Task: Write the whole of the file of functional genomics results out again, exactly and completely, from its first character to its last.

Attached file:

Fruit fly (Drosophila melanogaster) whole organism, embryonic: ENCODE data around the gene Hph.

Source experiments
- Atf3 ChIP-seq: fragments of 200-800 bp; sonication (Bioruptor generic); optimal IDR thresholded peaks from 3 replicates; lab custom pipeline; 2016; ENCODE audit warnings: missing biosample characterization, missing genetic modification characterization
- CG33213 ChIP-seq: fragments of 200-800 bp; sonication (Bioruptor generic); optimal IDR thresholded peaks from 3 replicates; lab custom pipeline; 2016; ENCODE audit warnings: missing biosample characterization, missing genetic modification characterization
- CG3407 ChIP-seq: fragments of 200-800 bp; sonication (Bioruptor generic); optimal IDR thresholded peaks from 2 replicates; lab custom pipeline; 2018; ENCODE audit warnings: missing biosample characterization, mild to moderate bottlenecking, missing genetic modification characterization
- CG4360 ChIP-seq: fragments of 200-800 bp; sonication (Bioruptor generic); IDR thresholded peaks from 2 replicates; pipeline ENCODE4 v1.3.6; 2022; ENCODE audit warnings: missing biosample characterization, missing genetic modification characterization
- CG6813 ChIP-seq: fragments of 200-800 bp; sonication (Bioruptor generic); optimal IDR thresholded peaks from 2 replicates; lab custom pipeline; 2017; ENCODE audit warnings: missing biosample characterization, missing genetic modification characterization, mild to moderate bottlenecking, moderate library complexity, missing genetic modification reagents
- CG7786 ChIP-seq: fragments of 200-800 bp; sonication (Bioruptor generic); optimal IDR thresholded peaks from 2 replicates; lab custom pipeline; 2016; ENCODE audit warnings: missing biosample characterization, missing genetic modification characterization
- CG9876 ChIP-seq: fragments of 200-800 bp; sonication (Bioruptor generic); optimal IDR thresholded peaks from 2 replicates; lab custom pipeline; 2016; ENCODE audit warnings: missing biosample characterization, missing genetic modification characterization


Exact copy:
Fruit fly (Drosophila melanogaster) whole organism, embryonic: ENCODE data around the gene Hph.

Source experiments
- Atf3 ChIP-seq: fragments of 200-800 bp; sonication (Bioruptor generic); optimal IDR thresholded peaks from 3 replicates; lab custom pipeline; 2016; ENCODE audit warnings: missing biosample characterization, missing genetic modification characterization
- CG33213 ChIP-seq: fragments of 200-800 bp; sonication (Bioruptor generic); optimal IDR thresholded peaks from 3 replicates; lab custom pipeline; 2016; ENCODE audit warnings: missing biosample characterization, missing genetic modification characterization
- CG3407 ChIP-seq: fragments of 200-800 bp; sonication (Bioruptor generic); optimal IDR thresholded peaks from 2 replicates; lab custom pipeline; 2018; ENCODE audit warnings: missing biosample characterization, mild to moderate bottlenecking, missing genetic modification characterization
- CG4360 ChIP-seq: fragments of 200-800 bp; sonication (Bioruptor generic); IDR thresholded peaks from 2 replicates; pipeline ENCODE4 v1.3.6; 2022; ENCODE audit warnings: missing biosample characterization, missing genetic modification characterization
- CG6813 ChIP-seq: fragments of 200-800 bp; sonication (Bioruptor generic); optimal IDR thresholded peaks from 2 replicates; lab custom pipeline; 2017; ENCODE audit warnings: missing biosample characterization, missing genetic modification characterization, mild to moderate bottlenecking, moderate library complexity, missing genetic modification reagents
- CG7786 ChIP-seq: fragments of 200-800 bp; sonication (Bioruptor generic); optimal IDR thresholded peaks from 2 replicates; lab custom pipeline; 2016; ENCODE audit warnings: missing biosample characterization, missing genetic modification characterization
- CG9876 ChIP-seq: fragments of 200-800 bp; sonication (Bioruptor generic); optimal IDR thresholded peaks from 2 replicates; lab custom pipeline; 2016; ENCODE audit warnings: missing biosample characterization, missing genetic modification characterization